Exhibit 20.3

From this interview with Jeb Bush:

Does the [Republican] party need to change or de-emphasize its positions on abortion or gay marriage?
No. No, I think those are important issues to not shy away from. And I don't think that's the reason why suburban voters have migrated to the Democrats. I think it's the economic issues. We have not been able to explain why these timeless conservative principles matter in 2009.

So basically Jeb Bush was asked if he was ever going to be president and answered, "No."

My issue is not with his specific policy positions--for what it's worth, strategically I don't think there's much point in Republicans capitulating on abortion and forward thinking politicians on the right should take a libertarian position toward gay marriage--but with his statement that economic issues are why these voters have migrated to the left. If Jeb Bush actually believes that, he's a moron. And since he and almost everyone else who claims to speak for the Republican party actually does seem to believe this, I think they may have finally reached the nadir. At this point, they've dug so far, for so long beneath the real world it's likely that a generation's eyes will never readjust to the light.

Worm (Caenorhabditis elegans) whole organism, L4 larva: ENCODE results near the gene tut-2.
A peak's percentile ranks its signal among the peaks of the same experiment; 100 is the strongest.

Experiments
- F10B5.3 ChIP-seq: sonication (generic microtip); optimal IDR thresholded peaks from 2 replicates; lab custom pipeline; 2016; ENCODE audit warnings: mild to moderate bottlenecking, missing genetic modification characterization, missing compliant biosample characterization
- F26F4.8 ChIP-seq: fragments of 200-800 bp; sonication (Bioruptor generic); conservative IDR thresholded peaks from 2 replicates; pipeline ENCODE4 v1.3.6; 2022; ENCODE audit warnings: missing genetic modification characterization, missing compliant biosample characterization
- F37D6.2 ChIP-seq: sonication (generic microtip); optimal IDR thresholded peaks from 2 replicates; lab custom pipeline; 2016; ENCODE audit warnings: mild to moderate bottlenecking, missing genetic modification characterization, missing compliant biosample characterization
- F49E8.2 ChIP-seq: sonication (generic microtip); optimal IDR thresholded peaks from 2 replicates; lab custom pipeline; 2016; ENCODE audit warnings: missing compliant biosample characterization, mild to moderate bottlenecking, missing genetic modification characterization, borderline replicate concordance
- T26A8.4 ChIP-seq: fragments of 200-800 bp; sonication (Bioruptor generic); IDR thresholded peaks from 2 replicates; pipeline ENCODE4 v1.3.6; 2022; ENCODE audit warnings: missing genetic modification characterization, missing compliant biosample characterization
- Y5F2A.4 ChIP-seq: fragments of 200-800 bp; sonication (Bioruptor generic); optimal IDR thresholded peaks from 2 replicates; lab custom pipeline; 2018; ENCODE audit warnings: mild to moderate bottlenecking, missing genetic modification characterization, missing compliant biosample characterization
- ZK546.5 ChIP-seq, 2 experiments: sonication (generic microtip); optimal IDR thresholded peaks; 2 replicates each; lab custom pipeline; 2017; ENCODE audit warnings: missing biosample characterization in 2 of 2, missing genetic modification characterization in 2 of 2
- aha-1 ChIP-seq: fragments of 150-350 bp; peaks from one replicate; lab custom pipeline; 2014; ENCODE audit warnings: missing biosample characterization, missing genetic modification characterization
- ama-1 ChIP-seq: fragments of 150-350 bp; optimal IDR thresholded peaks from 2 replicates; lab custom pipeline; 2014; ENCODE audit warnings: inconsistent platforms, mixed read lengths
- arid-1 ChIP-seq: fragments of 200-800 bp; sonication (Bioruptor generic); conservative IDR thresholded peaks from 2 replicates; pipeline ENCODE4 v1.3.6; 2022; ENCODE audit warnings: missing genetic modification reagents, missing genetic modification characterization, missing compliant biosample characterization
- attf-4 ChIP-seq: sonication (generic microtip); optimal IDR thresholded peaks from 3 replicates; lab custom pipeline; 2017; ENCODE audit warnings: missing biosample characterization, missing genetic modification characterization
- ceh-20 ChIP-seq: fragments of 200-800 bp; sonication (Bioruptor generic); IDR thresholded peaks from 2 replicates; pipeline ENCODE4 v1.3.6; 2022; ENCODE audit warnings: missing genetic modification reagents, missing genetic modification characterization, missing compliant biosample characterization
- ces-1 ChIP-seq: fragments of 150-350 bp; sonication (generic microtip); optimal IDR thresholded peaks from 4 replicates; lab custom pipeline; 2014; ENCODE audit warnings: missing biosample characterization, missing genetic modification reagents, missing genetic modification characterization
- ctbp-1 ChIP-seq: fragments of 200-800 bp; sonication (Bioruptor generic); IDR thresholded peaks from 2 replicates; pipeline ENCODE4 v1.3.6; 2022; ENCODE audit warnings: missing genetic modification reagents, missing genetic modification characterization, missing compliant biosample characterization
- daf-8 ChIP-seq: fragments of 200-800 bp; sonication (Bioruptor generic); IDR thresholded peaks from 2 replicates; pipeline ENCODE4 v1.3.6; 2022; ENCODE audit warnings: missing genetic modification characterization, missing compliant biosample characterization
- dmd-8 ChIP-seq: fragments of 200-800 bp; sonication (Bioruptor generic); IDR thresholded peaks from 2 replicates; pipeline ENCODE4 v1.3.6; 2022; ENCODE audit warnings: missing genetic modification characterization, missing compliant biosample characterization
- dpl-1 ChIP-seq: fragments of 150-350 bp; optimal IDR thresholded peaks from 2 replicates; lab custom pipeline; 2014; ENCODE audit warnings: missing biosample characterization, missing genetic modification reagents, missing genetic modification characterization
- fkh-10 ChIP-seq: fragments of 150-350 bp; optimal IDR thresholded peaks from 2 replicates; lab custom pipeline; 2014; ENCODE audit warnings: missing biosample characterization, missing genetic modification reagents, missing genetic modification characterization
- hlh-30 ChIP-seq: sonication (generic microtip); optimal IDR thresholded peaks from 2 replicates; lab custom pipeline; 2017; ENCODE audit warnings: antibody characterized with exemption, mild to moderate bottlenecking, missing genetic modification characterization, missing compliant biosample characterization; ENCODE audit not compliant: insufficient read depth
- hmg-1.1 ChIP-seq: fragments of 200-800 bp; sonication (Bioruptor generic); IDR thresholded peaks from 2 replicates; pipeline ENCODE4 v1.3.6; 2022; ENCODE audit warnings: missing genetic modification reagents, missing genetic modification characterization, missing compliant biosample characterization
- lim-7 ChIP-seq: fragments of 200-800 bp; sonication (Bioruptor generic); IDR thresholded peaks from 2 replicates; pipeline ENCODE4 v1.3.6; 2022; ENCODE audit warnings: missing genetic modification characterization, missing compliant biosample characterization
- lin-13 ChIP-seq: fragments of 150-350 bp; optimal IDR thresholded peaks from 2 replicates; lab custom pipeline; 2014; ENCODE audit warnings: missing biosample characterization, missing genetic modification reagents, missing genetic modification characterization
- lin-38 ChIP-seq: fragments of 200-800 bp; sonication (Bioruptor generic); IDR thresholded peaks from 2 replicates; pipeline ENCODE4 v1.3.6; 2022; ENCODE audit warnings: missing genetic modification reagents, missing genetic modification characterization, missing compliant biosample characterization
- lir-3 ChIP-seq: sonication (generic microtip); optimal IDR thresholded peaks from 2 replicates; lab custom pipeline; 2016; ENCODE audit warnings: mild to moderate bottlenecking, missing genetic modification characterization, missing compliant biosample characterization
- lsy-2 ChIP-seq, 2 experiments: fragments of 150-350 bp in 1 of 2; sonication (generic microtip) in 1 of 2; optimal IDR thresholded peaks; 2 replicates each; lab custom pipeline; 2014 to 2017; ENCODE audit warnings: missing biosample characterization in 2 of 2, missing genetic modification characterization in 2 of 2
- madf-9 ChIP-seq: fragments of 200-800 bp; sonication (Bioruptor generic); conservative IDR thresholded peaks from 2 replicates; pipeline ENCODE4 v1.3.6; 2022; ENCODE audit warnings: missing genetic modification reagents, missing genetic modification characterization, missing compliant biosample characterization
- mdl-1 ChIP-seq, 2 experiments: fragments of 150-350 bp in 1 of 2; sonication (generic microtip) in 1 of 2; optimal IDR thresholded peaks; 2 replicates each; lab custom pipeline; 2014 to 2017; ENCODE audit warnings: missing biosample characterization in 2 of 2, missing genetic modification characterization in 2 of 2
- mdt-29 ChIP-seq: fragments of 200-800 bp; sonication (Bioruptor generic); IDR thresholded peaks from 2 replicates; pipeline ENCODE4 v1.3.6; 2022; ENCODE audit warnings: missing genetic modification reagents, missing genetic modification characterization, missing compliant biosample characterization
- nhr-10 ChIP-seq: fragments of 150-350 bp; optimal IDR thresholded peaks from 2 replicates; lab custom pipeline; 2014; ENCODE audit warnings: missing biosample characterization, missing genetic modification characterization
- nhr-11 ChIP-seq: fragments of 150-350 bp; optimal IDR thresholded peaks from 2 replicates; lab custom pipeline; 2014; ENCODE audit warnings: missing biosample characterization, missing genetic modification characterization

These suburban voters he thinks he knows have spent the last decade buying their furniture at Pottery Barn and being told they need to shop at Whole Foods. They've bought houses with granite countertops in subdivisions that have names and home owners association fees. They spent the affluent years that recently ended driven--whether naturally or as the result of good marketing--toward a kind of worldly sophistication. Now, it's obviously a very shallow sophistication, but I think it's important to realize that this isn't 1970s Orange County we're talking about anymore. These suburban dwellers who used to be the most reliable Republican voters because they were financially secure, white, and were afraid someone was going to take their swimming pools away are now people who worry about the environment, work and live among (or at least watch on the television) all sorts of minority families (including gay ones), and believe shopping at Bed, Bath, & Beyond instead of Wal-Mart somehow constitutes an acceptable value system.

They eat humus.

Whatever world Jeb Bush is imagining when he talks about middle-class voters does not account for humus. When these people voted for Republicans, they knew no gay people, drove Cadillacs, and cooked out of a Betty Crocker cookbook. They were capital-A Americans and this was their power. But the desire for isolation that drove them to the suburbs is A) no longer possible and B) out of style. Now, these voters are demographically diverse, live in cities, and have the benefit of cable television and the Internet. Their world is immeasurably bigger than what Mr. Bush remembers (or imagines).